An enigmatic type of axe, this one probably from tribal north India.
Portion above guard 59 cm
Actual blade 45.4 cm
Base 7.5 mm
Middle 5 m
At tip 5 mm
Base 34.5 mm
Middle 37 m
At tip 49 mm
18 cm from crossguard
Steel, bamboo, hair, plant fibers
Garo Hills, Assam, India
UK antique market
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The milam sword of the Garo headhunters of Assam is easily one of the stranger swords around. Typically forged of a single piece of steel, it has a nearly straight double-edged blade with a broad, peaked tip. The hilt is recurved, has a crossguard, and a fish-tail-shaped pommel.
In addition, there are usually two chisel-like protrusions on the portion of the hilt between guard and blade.
It is unknown how old the design is, but a similar sword, only without the crossguard, is seen on the earliest known sketch of a Garo warrior, dating from 1789.
18th century sketch of a Garo in war dress.
From Observations on the Inhabitants of the Garo Hills
Made during a public deputation in the years 1788-1789.
A Garo man in war dress.
From Playfair; The Garos, 1909. Page 57.
The most detailed account on these swords comes from Major A. Playfair, published in 1909:
"The principal weapons of the Garos are swords and spears, without one or other of which they are rarely seen. The sword is very quaintly designed, and would be found awkward to use by anybody but a Garo. It varies from 3 to 4 ft. in length; has a straight blade about 2 ins. broad, a blunt, arrow-shaped point, and from hilt to point is made of one piece of iron.
The grip is very thin, and instead of being straight, is curved, and ends in a fiat, sharp-edged, rounded head. This sharp hilt is supposed to enable the owner to stick his sword into the ground by his side when he halts, so as to have it always ready to his hand. At each end of the crossbar is attached a bunch of cow’s-tail hair, or what is more greatly prized, part of a yak’s tail.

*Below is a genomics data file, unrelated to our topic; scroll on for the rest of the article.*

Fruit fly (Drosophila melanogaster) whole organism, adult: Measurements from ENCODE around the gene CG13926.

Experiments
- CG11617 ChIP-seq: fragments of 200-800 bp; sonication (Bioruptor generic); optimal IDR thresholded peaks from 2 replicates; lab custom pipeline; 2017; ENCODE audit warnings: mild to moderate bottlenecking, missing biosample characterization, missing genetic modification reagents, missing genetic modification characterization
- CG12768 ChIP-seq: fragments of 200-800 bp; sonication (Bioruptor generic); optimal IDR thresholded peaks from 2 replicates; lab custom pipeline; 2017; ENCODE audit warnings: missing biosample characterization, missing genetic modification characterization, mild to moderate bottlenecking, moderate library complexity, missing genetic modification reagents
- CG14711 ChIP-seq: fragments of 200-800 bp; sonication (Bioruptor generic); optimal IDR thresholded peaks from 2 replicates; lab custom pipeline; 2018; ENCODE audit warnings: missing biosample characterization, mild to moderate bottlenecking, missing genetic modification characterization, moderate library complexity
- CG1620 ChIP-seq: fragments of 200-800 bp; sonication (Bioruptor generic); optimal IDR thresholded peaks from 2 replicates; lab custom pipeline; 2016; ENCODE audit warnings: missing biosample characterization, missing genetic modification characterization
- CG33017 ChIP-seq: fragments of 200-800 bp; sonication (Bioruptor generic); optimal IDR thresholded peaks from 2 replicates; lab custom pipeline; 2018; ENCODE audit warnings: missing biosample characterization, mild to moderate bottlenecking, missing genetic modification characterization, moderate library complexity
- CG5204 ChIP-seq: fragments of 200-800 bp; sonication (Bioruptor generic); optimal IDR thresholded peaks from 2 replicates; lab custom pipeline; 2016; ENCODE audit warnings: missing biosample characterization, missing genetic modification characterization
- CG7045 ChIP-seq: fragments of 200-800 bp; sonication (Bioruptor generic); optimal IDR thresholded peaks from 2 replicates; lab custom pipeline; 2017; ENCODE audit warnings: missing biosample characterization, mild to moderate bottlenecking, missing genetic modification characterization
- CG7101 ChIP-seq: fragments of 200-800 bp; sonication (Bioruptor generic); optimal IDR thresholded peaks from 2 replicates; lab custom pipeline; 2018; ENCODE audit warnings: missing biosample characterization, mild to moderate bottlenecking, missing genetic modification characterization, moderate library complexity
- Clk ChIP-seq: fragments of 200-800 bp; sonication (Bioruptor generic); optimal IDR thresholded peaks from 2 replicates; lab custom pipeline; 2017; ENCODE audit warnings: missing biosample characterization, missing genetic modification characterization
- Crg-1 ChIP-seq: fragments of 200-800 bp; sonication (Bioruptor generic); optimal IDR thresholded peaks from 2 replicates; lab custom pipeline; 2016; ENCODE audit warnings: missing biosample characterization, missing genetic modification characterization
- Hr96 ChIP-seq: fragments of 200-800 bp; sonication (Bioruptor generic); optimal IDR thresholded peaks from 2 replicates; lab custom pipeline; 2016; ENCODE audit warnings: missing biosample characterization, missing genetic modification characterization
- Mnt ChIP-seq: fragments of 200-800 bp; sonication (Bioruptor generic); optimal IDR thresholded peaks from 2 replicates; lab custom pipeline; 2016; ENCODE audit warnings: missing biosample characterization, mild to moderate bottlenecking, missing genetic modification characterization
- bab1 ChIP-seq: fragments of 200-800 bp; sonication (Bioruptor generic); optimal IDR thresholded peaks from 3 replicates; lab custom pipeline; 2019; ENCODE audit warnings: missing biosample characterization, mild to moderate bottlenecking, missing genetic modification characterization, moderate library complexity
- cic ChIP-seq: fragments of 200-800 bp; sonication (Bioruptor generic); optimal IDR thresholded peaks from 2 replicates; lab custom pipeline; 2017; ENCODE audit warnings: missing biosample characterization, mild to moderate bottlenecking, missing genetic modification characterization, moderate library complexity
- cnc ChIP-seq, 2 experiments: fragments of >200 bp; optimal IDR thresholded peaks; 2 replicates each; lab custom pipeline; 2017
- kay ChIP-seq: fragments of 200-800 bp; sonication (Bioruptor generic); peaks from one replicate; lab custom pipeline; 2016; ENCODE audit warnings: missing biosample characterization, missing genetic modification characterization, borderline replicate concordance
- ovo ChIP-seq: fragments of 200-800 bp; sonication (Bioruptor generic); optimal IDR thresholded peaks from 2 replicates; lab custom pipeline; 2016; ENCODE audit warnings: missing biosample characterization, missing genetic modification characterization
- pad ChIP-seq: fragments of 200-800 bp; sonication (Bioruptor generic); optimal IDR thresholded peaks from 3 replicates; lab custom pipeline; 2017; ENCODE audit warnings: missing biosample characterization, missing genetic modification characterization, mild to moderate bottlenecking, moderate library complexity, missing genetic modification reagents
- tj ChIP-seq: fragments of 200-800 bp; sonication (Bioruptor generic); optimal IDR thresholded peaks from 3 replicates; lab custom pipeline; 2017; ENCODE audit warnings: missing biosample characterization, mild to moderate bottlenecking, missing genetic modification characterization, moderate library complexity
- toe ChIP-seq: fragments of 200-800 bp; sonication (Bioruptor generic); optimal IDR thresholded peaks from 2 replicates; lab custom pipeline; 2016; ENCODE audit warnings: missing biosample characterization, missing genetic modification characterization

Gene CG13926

The sword is always carried naked, and is never placed in a sheath or fastened to the body, it is a most useful possession to the Garo on the march, for with it he can clear jungle which bars his way, split firewood and cut up his food, besides using it for the main purpose of defence. These swords are purchased from the Megams in the Khasi Hills district, and appear to be of Khasi origin. The ordinary weapon can be purchased for two or three rupees, but an heirloom is much prized and cannot often be bought."
-Major A. Playfair, 1909
The Garos. David Nutt, London
For more information, see my glossary article: milam.
A fairly textbook example of this most unusual sword. It is a substantial piece, its blade pitted and battle-scarred with several nicks that indicate hard impact.
The crossguard is covered with two bamboo tubes, from which a mix of animal hairs and plant fibers emerge.
A peculiar feature is some remnants of stamped letters in the hilt, which seems to suggest it is fabricated out of a foreign, imported bar of steel. Probably British.
The words are probably a remnant of the word "refined".
In original "as found" condition. Condition is not great, but at least it is without any repairs, restorations, or attempts to clean the blade. See photos to get a good idea of the state of the item.
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Mentioning the son of a Maharajah and a year corresponding to 1887 A.D.
These mysterious weapons were already obsolete when the first ethnographers encountered them.
An interesting South Indian style katar with an imported European blade.
Description A rather unusual Vi
With broad silver-clad scabbard, worked entirely in repousse.